What motivates you to write?

Seven years ago, I retired and decided to resurrect a writing dream concocted during my high school years. I am determined to make up for lost time.

What was the best piece of writing advice you ever received and why was it so valuable?

“It’s okay to fall out of love with your manuscript.” I received this advice from Brian Henry, a creative writing instructor at Ryerson University. During one of his workshops, he recommended putting manuscripts aside before starting the editing process. He didn’t specify a timeline but stressed that we can’t improve our work until we fall out of love with it. Whenever I’m tempted to rush and/or send a half-baked manuscript, I recall these words of wisdom.

Jim, thanks for hosting me today. For more information about me and my books, check out my website at http://joanneguidoccio.com . Catch me on Facebook at https://www.facebook.com/authorjoanneguidoccio or on Twitter at https://twitter.com/joanneguidoccio

Here's a quick blurb for A Season for Killing Blondes:

Hours before the opening of her career counseling practice, Gilda Greco discovers the dead body of golden girl Carrie Ann Godfrey, neatly arranged in the dumpster outside her office. Gilda’s life and budding career are stalled as Detective Carlo Fantin, her former high school crush, conducts the investigation.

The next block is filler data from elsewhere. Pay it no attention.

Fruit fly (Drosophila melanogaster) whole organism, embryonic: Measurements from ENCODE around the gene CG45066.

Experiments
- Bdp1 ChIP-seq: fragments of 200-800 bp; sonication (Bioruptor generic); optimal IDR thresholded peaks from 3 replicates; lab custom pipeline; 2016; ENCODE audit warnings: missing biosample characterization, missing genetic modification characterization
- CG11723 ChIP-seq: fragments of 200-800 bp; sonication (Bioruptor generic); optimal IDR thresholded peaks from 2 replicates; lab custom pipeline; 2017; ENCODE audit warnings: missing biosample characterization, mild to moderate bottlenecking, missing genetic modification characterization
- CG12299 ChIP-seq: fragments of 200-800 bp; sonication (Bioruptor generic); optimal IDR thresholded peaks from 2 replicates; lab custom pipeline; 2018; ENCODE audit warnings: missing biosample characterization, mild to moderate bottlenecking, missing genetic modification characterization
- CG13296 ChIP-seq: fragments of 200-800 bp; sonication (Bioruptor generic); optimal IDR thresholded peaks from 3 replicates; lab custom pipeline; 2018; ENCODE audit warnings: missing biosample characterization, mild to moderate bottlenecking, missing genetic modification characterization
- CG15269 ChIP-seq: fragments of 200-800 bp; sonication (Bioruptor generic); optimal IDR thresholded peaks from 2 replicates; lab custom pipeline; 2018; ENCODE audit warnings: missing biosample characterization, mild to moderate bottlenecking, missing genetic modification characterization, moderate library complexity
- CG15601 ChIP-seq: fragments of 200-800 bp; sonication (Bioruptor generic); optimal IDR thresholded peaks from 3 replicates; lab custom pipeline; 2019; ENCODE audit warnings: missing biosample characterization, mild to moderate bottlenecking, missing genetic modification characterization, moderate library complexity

When three more dead blondes turn up all brutally strangled and deposited near Gilda’s favorite haunts, she is pegged as a prime suspect for the murders. Frustrated by Carlo’s chilly detective persona and the mean girl antics of Carrie Ann’s meddling relatives, Gilda decides to launch her own investigation. She discovers a gaggle of suspects, among them a yoga instructor in need of anger management training, a lecherous photographer, and fourteen ex-boyfriends.

As the puzzle pieces fall into place, shocking revelations emerge, forcing Gilda to confront the envy and deceit she has long overlooked.